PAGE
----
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Once while at lee stocking Island my wife met a young lady who was bit by a lemon shark while dangling her foot in the water off a dock(she still had the stitches in her foot and lower leg. I have heard several stories about lemon sharks biting people so i added them to my list. Though I have never seen one in the water I would give a great hammerhead due respect as well. Note that I don't get out of the water if a bull shark just passes by and goes on his way, only if they turn and show an interest. It's probably only curiosity, but I think it best not to chance it witha bull shark.
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Old 24-06-2009, 20:39   #9
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Your chances of getting struck by lightening are greater than getting bitten by a shark. In the south Pacific, the locals rule of thumb was the black and white tip sharks pose no threat, but watch the solid color sharks, and they were all, more concerned with barracudas than sharks. Sighting a barracuda would send all the locals out of the water.
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Old 24-06-2009, 20:45   #10
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Yeah, I've been within five feet of a bull shark and swam into a cave full of blacktips (not intentional!) but what scared me enough to climb a swim ladder fins and all was a big old barracuda.
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Old 24-06-2009, 23:57   #11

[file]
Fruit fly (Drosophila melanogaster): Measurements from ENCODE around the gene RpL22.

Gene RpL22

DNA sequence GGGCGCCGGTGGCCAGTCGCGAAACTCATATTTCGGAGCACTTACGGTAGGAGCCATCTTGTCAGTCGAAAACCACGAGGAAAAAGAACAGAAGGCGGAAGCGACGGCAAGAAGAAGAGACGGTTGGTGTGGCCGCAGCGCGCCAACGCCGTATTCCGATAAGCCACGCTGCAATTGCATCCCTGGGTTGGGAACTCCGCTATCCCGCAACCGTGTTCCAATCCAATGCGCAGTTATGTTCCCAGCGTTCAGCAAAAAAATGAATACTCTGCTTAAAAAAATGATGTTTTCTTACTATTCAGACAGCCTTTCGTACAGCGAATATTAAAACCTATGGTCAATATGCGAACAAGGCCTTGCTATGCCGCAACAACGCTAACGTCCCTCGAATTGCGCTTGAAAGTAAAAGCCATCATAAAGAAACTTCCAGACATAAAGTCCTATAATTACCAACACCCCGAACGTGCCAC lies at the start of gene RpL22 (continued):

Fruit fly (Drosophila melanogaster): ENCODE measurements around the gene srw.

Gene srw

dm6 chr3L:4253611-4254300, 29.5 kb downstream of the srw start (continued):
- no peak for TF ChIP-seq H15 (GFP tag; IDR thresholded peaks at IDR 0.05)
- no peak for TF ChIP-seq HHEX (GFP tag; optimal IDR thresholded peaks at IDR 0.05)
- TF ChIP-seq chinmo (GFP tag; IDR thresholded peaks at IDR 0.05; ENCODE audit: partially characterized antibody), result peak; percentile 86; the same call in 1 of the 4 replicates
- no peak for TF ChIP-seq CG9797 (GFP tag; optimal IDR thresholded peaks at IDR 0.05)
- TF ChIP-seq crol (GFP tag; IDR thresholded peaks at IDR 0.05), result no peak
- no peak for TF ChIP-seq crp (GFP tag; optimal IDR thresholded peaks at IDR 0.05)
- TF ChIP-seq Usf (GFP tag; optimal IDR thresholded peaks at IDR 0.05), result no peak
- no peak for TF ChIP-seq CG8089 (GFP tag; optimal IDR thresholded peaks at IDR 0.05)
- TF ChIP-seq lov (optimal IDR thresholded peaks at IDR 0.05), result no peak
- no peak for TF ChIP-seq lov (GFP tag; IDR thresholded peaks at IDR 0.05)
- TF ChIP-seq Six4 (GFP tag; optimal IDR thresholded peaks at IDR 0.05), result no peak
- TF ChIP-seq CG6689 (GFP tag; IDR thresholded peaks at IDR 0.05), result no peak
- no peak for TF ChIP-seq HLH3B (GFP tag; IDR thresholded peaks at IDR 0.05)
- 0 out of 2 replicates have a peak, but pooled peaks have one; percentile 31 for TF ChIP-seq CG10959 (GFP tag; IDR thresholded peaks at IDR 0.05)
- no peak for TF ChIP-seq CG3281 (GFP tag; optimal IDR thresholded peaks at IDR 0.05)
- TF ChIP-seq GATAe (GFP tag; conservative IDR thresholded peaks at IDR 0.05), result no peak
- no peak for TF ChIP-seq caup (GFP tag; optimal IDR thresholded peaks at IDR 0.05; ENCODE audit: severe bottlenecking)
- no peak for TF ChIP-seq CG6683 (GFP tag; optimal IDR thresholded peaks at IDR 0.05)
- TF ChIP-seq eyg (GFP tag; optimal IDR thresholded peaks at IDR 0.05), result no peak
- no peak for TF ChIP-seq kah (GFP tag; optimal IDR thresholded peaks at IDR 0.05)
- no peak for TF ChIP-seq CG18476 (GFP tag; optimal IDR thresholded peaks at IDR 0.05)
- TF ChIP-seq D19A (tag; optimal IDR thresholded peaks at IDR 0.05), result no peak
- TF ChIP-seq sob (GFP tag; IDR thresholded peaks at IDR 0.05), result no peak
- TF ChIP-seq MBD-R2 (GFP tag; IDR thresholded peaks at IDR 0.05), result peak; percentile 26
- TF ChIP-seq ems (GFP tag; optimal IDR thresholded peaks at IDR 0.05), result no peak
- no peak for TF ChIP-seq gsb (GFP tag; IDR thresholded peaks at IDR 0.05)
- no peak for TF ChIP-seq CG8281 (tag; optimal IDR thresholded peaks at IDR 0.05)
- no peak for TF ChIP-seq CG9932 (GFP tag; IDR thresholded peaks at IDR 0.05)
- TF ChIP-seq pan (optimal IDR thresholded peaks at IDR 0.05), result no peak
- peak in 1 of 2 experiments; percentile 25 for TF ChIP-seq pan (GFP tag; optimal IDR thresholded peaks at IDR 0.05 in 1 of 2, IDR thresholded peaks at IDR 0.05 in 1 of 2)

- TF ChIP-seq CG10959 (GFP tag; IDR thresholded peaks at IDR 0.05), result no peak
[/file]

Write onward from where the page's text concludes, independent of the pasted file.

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Bull sharks are in the top 5 most aggressive sharks and they are renowned for their river attacks throughout the tropics. They can tollerate brackish water and have been known to swim hundreds of miles up river.

There is a lot of good information written by people like Ron and Valerie Taylor, Woods Hole and the US Navy about understanding shark body language, psychology and behaviour, and also what humans can do to prevent being attacked.

I suggest you read it and then relax
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Old 25-06-2009, 04:47   #12
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Thanks for all the very helpful information, everyone. I'm always amazed at the collective wisdom gathered on this forum.

I'm looking forward to diving with a (small to medium) shark or two. I grew up in coastal New England, spent my childhood summers snorkeling all day, and aside from sand sharks have never seen one swimming in the wild.